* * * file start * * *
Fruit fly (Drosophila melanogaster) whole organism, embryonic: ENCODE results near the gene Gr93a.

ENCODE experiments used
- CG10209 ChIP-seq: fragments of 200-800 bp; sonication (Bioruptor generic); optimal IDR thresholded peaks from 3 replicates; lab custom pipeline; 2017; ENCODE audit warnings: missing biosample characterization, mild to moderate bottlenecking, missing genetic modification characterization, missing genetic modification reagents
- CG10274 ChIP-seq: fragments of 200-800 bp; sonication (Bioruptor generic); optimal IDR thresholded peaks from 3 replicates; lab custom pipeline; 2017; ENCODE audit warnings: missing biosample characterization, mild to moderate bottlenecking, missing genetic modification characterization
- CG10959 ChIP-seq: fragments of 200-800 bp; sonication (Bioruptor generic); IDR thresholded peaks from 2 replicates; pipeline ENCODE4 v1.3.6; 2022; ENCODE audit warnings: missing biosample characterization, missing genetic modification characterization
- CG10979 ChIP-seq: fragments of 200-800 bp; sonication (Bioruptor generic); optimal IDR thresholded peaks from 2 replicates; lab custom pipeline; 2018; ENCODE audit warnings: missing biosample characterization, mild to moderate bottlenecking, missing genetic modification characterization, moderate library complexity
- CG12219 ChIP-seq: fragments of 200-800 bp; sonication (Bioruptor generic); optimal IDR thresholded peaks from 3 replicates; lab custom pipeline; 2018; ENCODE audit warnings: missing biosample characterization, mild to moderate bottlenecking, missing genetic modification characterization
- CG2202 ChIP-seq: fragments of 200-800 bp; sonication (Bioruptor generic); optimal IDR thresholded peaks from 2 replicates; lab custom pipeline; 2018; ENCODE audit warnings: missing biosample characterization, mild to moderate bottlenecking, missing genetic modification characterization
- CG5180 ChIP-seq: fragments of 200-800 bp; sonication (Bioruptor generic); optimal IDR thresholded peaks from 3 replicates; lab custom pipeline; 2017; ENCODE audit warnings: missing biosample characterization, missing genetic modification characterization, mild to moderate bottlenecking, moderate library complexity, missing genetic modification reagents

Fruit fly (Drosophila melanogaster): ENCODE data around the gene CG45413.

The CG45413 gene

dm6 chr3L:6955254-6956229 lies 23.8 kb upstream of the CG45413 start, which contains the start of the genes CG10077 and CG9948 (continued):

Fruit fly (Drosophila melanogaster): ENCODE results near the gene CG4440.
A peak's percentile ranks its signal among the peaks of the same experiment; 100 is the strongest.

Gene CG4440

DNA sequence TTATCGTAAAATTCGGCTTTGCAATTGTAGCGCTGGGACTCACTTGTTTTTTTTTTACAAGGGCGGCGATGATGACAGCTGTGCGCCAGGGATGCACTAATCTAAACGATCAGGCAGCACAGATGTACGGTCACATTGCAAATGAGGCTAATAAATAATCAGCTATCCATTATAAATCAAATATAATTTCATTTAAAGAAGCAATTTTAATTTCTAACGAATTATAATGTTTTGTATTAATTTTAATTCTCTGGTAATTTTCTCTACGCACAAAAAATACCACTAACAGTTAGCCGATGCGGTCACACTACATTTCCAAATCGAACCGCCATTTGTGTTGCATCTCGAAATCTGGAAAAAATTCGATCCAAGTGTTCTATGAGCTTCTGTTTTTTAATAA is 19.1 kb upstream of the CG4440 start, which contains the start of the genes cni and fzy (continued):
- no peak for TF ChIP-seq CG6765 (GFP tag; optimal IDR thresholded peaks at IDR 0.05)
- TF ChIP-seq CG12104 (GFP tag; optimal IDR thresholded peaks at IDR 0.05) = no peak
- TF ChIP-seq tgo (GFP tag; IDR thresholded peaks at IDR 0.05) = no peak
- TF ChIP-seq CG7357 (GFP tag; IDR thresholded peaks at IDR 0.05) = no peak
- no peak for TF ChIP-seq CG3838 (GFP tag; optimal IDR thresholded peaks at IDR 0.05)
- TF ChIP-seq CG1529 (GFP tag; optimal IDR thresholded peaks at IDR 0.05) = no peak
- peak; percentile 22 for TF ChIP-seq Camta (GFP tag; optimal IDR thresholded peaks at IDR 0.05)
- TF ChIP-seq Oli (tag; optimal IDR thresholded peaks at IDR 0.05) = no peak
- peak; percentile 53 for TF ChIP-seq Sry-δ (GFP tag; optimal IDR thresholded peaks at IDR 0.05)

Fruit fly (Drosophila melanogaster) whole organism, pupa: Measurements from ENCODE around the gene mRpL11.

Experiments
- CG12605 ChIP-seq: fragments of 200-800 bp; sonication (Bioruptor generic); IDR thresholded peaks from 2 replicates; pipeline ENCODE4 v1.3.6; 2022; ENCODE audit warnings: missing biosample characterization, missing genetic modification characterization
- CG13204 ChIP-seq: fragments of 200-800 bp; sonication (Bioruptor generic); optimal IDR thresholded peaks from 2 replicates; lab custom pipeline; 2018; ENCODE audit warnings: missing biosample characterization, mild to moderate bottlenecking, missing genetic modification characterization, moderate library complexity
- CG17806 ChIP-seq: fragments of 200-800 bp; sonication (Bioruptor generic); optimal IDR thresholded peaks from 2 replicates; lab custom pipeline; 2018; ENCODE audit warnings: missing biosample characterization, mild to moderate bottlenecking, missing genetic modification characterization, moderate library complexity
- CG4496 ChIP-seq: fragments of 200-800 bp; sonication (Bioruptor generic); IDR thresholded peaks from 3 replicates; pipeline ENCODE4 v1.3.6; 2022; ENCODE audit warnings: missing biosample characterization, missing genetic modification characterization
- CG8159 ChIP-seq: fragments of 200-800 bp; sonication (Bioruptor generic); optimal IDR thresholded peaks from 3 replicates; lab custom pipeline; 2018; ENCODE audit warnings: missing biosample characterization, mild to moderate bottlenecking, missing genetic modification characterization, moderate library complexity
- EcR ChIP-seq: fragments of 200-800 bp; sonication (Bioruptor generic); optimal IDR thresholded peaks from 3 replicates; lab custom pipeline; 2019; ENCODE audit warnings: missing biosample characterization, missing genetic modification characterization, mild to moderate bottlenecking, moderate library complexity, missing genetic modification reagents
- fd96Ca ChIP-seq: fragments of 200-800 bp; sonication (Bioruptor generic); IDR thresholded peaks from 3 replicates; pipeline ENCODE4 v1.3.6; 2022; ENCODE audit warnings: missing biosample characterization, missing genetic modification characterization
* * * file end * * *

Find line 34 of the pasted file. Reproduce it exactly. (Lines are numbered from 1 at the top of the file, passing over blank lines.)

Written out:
- fd96Ca ChIP-seq: fragments of 200-800 bp; sonication (Bioruptor generic); IDR thresholded peaks from 3 replicates; pipeline ENCODE4 v1.3.6; 2022; ENCODE audit warnings: missing biosample characterization, missing genetic modification characterization